Lawson and Wayman offered several examples. One was a female worker at a Sadr City clinic that Mahdi Army members believed was a brothel. The militiamen warned the women there to shut the place down, pistol-whipped them in public and then shot the worker dead on the street, the two Americans said.

In another case, Lawson spotted the unmoving form of a paunchy man in a checked shirt by the side of the road. Residents told Lawson that the man, a Sunni, had been taken from his home in Mansour, an affluent neighborhood of Sunnis, Shiites and Christians in central Baghdad. Accused of conspiring to drive Shiites from their homes, the Sunni man had been brought to Sadr City and shot dead where he now lay, witnesses told the Americans.

Kidnapped over booze
In late spring, Wayman recalled, the Americans in Sadr City happened upon uniformed Iraqi security forces clustered around the body of an Iraqi man. Gunmen had shot the man dead seconds before, then sped off when the Iraqi and U.S. forces happened by, Wayman said.

Americans traced the killers' vehicle to a nearby police station, where they found two grateful captives inside. The men were Christians who told Wayman they worked at a store elsewhere in Baghdad that sold alcohol. Gunmen had visited the shop to tell the men that alcohol was forbidden by the Koran and that they must shut down. When the two refused, they told Wayman, the gunmen stuffed them into a car at gunpoint and brought them to a house in Sadr City.

A Shiite cleric visited the two Christians at the house, they told Wayman. The cleric demanded that the captives convert to Islam and, when they refused, informed them that alcohol was forbidden by Islam.

They would be punished, the cleric said, but he did not specify how. The captives said they believed they were second and third in line for execution, after the man who was found in the street.

Mahdi Army commanders interviewed uniformly denied that they kill people for selling alcohol. The Mahdi Army only warns liquor vendors, increasingly strongly, they said. If the vendors still refuse to stop selling, the Mahdi Army "beats them lightly, in accordance with the Koran," the commander known as the Sheik said.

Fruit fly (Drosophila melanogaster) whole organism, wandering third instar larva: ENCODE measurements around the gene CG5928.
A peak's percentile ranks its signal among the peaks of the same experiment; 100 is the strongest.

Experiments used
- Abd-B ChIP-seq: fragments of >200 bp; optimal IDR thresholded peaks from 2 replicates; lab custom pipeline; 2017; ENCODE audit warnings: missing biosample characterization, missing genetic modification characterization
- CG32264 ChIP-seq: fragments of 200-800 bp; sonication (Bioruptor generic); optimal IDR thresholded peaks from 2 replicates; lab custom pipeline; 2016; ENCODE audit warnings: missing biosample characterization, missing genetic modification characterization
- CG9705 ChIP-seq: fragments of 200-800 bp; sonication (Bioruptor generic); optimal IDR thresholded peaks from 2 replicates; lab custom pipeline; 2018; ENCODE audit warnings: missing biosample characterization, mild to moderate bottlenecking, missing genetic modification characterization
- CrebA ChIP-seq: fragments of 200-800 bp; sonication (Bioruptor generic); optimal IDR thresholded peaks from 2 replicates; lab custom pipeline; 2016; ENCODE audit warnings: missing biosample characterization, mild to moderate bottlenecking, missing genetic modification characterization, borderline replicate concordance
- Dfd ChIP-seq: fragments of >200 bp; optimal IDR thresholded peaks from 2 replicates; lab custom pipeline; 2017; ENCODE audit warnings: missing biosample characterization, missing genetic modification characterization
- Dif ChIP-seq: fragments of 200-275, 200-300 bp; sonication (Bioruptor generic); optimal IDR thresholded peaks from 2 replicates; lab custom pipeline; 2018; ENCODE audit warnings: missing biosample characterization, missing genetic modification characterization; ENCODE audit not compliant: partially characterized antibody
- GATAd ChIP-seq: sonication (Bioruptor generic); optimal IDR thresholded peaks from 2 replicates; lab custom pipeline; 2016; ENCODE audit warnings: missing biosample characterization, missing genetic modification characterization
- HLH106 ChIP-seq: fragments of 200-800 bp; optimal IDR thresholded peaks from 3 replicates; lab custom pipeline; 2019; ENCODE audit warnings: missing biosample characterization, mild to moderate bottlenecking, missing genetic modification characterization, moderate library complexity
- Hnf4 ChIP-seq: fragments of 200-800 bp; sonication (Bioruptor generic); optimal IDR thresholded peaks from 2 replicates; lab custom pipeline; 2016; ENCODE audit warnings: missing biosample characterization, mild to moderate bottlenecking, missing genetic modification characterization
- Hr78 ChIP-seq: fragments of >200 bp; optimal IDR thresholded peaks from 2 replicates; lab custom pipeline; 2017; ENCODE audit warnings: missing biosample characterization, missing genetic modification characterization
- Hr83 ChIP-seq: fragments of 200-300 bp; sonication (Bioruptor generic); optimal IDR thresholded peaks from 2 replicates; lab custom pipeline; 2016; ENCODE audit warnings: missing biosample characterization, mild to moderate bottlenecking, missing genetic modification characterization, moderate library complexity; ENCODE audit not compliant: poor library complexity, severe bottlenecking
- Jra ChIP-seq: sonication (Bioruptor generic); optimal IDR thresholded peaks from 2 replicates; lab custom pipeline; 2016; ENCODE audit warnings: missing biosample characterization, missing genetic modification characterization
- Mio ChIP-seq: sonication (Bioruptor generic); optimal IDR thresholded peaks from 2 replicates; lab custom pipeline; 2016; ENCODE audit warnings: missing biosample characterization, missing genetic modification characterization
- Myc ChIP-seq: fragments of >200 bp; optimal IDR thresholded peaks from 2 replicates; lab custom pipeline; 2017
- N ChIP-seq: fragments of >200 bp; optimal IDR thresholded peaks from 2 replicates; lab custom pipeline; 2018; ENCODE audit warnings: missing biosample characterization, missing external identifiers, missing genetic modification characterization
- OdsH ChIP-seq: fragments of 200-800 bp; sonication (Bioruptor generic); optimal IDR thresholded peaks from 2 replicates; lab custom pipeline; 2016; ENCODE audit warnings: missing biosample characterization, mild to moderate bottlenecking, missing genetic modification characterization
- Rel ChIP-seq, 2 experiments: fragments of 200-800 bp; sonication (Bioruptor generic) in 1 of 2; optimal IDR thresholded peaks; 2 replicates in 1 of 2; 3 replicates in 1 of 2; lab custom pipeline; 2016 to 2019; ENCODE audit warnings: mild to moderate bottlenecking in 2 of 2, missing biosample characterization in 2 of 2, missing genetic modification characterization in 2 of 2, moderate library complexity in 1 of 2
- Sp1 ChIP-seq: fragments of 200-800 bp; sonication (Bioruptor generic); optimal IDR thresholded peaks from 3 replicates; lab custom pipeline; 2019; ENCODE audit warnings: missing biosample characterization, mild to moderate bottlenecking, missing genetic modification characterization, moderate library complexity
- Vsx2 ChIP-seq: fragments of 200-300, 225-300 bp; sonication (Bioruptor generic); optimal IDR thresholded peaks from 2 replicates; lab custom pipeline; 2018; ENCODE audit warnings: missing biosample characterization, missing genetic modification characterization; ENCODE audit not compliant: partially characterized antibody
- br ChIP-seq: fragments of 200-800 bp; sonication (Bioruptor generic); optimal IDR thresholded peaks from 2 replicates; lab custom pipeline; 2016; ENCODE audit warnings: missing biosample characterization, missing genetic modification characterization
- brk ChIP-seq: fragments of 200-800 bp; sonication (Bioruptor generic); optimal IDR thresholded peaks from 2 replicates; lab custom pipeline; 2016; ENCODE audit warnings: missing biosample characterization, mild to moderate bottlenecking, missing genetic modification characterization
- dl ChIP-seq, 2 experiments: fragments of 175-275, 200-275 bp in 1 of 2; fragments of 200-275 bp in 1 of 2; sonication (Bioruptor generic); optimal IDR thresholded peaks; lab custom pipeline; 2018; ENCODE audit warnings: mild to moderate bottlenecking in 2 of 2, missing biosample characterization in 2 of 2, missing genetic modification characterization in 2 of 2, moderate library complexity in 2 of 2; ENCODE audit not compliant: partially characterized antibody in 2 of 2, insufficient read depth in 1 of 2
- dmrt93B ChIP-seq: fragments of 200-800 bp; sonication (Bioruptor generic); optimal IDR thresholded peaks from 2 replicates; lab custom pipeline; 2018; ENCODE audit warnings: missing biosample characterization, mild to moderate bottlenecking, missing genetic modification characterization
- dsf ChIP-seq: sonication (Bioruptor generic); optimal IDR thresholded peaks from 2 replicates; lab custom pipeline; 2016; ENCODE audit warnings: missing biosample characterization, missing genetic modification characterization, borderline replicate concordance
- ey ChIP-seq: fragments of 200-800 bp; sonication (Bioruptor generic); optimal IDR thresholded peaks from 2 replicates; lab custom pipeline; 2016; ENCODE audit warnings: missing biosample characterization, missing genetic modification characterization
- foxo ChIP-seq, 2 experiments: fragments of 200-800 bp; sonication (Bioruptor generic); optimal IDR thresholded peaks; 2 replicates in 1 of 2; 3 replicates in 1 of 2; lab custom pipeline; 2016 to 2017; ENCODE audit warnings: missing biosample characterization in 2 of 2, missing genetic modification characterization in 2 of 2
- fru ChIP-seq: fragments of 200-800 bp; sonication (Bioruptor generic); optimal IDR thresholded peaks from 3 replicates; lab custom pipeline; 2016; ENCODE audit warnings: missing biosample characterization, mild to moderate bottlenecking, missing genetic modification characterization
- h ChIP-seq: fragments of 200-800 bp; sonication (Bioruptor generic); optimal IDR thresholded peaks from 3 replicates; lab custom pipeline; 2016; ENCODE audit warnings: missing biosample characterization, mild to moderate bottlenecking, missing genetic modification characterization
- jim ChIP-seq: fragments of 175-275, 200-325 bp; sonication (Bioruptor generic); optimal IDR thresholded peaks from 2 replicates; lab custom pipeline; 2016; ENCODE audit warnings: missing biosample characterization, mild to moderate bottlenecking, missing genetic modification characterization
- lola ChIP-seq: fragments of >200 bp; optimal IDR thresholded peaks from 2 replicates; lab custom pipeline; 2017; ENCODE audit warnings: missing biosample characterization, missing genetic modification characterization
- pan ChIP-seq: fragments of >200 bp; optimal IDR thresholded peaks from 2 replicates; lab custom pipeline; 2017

‘They terrorize people’
Lawson, the intelligence officer, credits the Mahdi Army with an intelligence operation that has become skilled at feeding bad information to Americans about the militia's activities. But U.S. military officials say they know enough to condemn much of what the Mahdi Army does.

"I have no doubt . . . they hold trial courts and execute people," said Lt. Col. Mark Meadows, commander of a cavalry regiment with the U.S. Army's 10th Mountain Division. Meadows's men oversaw Shula, a northern Baghdad neighborhood under Sadr's control, at the time of the Samarra bombing. The Mahdi Army "is probably the largest, most aggressive militia in this country," Meadows said. "They are a terrorist organization. They terrorize people."

But Iraqi and U.S. security forces are often left as puzzled spectators in areas under the Mahdi Army's jurisdiction.

On patrol early one morning, Wayman and his convoy pulled over at the telltale sign of a group of Iraqi police gathered by the side of a road in northern Sadr City, eyes cast down.

The police officers made room for Wayman, who looked down at an Iraqi girl lying on her side. She appeared to be no more than 15. The morning light bathed her face, and her hands curled gently to her mouth. Wrapped in a blanket, she looked asleep, except for two bursts of pink flesh from bullet wounds in her back.

Neither American nor Iraqi forces had any inclination to investigate what had happened to the teenager.

"Who knows?" one of the Iraqi policeman said, preparing to bundle up the body. Wayman got back into his Humvee, and the Americans drove on.